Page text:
Cable networks can turn a profit by raising the fees they charge pay-TV services to carry their channels. But to make those hikes stick they need bona fide hits. The cable networks also can recoup their costs by leveraging shows made in-house -- selling reruns, international rights and series to Netflix or Amazon. (Netflix, Amazon, HBO and Showtime are less affected by the content glut because they make most of their money selling subscriptions and largely use original programming to attract and retain viewers.)
With audiences thinning and fragmented as never before, dozens of cable shows limp along in relative obscurity. Though critically acclaimed, FX’s spy drama “The Americans” ranked 46th among scripted series on cable TV last year, drawing about 1.3 million viewers in the 18- to 49-year-old demographic. USA’s “Satisfaction,” about a couple trying to rekindle their marriage, ranked 90th with about 900,000 viewers aged 18 to 49.
Cable networks keep such shows on the air, hoping viewers will eventually find them on demand or in a Netflix afterlife; in some cases they renew poorly performing shows because they fear blowback from viewers who’ve invested in the characters.
But the cracks are starting to show. In 2000, 10 percent of original series were canceled. Today, more than half are not picked up for another season, says Liam Boluk, a media strategy consultant at the media newsletter REDEF.
AMC, home of cable TV’s most popular show “The Walking Dead,” canceled cop drama “Low Winter Sun” in 2013 after one season. TNT’s “Mob City,” written and directed by “Walking Dead” creator Frank Darabont, was also not renewed for a second season. FX Networks recently canceled the comedy “Legit” after two seasons.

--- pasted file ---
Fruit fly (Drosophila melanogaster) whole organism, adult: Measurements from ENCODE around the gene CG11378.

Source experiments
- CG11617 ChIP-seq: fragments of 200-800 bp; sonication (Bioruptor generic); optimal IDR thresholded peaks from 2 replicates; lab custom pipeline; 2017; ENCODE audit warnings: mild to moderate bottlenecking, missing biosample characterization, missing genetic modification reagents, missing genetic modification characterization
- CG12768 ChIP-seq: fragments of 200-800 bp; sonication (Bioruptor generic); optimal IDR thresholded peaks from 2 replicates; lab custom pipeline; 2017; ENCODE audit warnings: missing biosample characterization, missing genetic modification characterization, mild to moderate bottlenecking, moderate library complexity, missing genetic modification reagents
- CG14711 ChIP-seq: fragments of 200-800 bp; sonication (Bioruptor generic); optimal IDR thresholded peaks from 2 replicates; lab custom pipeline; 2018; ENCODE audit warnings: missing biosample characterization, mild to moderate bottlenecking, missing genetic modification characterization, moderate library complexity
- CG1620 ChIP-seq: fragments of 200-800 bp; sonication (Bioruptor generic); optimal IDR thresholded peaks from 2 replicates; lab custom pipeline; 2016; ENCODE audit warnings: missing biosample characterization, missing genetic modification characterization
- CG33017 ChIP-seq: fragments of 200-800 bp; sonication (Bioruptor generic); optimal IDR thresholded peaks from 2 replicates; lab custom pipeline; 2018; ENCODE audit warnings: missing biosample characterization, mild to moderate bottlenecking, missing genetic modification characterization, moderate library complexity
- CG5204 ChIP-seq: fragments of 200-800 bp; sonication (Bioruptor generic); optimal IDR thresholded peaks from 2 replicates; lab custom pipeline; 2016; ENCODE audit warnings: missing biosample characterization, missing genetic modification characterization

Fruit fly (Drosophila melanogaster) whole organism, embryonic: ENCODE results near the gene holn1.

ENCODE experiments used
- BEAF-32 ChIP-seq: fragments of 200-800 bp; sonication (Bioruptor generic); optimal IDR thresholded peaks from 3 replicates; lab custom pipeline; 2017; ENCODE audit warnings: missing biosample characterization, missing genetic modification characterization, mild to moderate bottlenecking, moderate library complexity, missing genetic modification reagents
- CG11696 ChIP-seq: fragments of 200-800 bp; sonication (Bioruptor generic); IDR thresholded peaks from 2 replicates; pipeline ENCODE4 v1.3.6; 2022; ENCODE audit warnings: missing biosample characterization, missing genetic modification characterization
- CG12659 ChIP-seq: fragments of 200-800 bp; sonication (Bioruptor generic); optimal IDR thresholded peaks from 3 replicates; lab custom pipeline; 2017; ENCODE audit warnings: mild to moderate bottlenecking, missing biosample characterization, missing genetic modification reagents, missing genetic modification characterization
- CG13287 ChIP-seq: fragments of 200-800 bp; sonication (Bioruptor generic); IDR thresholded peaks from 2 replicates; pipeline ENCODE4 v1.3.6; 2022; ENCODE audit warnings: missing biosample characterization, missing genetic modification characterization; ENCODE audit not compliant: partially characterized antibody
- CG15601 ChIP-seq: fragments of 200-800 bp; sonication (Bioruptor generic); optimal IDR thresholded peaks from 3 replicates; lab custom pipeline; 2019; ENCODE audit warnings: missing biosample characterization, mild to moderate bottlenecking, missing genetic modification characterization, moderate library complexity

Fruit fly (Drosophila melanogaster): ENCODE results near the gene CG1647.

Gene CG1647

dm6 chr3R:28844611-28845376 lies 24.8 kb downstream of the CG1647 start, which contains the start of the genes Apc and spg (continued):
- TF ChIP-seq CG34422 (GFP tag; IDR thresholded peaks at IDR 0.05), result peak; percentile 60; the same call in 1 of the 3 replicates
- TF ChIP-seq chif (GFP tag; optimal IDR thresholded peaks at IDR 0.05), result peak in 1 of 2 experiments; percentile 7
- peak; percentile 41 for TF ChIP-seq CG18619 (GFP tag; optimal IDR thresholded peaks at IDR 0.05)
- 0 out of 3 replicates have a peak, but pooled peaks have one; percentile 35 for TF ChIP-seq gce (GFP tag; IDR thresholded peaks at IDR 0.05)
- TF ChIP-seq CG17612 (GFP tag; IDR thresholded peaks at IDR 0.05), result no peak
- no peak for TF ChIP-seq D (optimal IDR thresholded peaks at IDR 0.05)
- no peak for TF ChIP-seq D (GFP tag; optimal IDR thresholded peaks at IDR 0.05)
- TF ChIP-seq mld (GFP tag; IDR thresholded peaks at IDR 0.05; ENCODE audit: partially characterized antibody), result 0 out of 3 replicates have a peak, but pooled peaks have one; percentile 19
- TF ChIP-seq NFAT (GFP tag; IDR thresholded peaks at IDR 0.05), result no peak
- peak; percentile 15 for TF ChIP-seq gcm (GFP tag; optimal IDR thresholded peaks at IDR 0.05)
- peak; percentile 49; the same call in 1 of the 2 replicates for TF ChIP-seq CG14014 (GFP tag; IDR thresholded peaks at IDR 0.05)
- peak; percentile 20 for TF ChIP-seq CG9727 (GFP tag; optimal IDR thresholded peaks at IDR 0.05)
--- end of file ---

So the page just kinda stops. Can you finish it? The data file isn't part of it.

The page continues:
“Original programming has never been more important for TV networks, but it’s also more costly and failure-prone than at any time in television’s history,” Boluk said.
Everyone wants to duplicate the success of AMC’s “Mad Men,” which recently finished a seven-season run. A decade ago, AMC was a small cable network that mostly aired old black-and-white movies. Since “Mad Men’s” debut in 2007, AMC has boosted fees from cable and satellite distributors by more than 75 percent and increased advertising revenue by nearly 200 percent, according to an industry analyst who asked not to be identified discussing proprietary information.
But “Mad Men” debuted with mostly unknown actors. Now producers are signing up hotshot directors like Martin Scorsese and Woody Allen as well as big-name actors such as William H. Macy and Robin Wright. Expensive locations are increasingly common. As a result, production costs are soaring, with some shows consuming as much as $10 million per episode.
The irony is that after years of complaining that there was nothing worth watching on television, viewers now say they are overwhelmed by choice. “Now people say ‘There’s more good stuff on TV than I have time to watch,’” said David Poltrack, who has conducted research for CBS since the 1980s.
Maureen Ryan, a TV critic for the Huffington Post, follows as many as 50 shows at a time. She binge-watches on weekends. She tunes in on her smartphone while on the treadmill, at the airport, in the back of cabs. And she adopted a strategy many regular viewers will find familiar: Moving on if a new show doesn’t grab her by the second episode.
“There’s so much more TV and so much of it is good and worth checking out,” Ryan said. “The sheer amount of it is overwhelming.”